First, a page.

Coffee: The Cameroonian Paradox

Statistics show dropping production and increasing demand for the finished product as well

All Cameroonians may not already have the habit of waking up to the smell of locally produced coffee every morning, but recent trends show most coffee consumers nationwide are trusting home grown and locally processed coffee; at least from the point of view of vendors in the country’s capital, Yaounde. Niki, one of the renowned chain stores in the country gives a place of pride to Café Force II of UCAOCAFÉ company, a brand which won a medal of honour at the AVPA Paris coffee competition in 2017.

It is the first to be noticed when one glances at the beverage section of the store. Next to it are other popular locally manufactured brands like Philber, Vital and Ghotam, among others. An attendant at the Mvog Mbi branch of another multiple store operator, Mahima, told Cameroon Tribune that many customers are now preferring local brands, but says he has not taken time to find out why. “Take a look at the counter, UCAO coffee just got finished. Many people enjoy it,” he said. Djiogang Sylvie Caroline, owner of TKN shop in Yaounde believes many people prefer local coffee for diverse reasons.

“Take a look at the cabinet; come back in three days and you will not find anything there,” she said, pointing to a pack of locally processed coffee in about 30 packets of 500 and 1,000 grams. To her, many people who provide coffee to guests at ceremonies like weddings and funerals often prefer locally made beverages.

She also noted that Cameroonians living abroad and expatriates always buy locally processed coffee in large amounts when leaving Cameroon. “They say the quality is great and the prices good as well. Most of them praise the flavor of Cameroonian coffee,” she noted. The upsurge in demand for Cameroonian coffee is apparently a jus tification for the multiplicity of ‘Made in Cameroon’ brands. Official sources say there are about 30 different brands of locally processed Robusta and Arabica coffee. Ironically, while the demand for locally made coffee keeps increasing, production of the beans has been on a steady decline in recent years according to figures from the Cocoa and Coffee Interprofessional Council.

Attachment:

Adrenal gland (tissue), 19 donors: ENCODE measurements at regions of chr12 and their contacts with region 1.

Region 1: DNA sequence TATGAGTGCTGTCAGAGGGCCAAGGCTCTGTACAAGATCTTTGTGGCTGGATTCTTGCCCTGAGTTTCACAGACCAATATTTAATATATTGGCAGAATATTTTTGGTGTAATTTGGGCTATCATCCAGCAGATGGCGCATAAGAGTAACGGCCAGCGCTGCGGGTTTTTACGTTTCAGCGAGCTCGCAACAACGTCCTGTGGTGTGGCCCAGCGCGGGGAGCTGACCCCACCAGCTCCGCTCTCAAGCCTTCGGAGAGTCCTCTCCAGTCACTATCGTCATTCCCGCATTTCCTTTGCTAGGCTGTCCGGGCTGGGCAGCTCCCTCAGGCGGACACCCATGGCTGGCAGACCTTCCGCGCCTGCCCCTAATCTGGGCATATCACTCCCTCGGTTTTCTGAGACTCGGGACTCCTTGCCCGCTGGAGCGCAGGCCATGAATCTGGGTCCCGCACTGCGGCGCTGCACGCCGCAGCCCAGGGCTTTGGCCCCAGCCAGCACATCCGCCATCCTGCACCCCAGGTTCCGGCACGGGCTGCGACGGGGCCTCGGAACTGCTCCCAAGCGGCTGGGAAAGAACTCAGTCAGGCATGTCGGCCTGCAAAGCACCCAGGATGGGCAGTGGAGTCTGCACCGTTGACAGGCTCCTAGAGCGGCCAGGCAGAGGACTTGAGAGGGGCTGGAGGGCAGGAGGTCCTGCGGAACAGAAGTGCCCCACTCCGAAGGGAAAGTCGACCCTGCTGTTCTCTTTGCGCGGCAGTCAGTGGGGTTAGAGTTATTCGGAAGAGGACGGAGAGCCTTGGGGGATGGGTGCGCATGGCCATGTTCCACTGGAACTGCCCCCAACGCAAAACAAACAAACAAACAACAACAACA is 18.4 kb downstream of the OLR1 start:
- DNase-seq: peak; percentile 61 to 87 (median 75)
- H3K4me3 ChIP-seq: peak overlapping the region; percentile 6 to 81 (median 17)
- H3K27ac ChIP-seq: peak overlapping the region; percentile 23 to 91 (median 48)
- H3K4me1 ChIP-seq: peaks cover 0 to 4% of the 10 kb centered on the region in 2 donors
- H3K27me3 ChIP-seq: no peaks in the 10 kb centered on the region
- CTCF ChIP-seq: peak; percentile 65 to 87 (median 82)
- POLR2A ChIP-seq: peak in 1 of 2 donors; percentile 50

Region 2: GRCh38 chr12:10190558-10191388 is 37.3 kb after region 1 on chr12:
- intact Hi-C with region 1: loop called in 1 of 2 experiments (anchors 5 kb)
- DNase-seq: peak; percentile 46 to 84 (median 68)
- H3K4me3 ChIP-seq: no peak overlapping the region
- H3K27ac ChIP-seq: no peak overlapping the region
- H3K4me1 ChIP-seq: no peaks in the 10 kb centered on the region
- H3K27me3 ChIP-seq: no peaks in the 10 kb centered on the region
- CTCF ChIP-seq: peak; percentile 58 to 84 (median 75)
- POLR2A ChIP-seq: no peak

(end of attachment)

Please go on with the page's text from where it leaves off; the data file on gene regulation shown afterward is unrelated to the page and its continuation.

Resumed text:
Locally production currently stands at 25, 000 tons per year; a far cry from the usual 120,000 tons. Sources say production is dropping because coffee farmers are aging; and few youths are interested in the domain. Observers say the dwindling interest in the sector is also fueled by the dropping prices of the cash crop both on the national and international market. The crisis in Anglophone regions has also affected production in the North West region which is among the three top producers nationwide (Littoral, North West and West).

However, the Cocoa and Coffee Interprofessional Council will be organizing the 7th edition of the Cof fee Festival dubbed FESTICAFE from April 16 to 17 with the aim of bolstering the interest of Cameroonians in the sector. As has been the case in previous editions, the event overseen by the Ministry of Trade will not only to encourage people to take up coffee growing and marketing to consume local brands, but will also serve as an avenue coffee growers to exhibit their know-how, exchange experiences and learn good practices from outstanding producers and experts.



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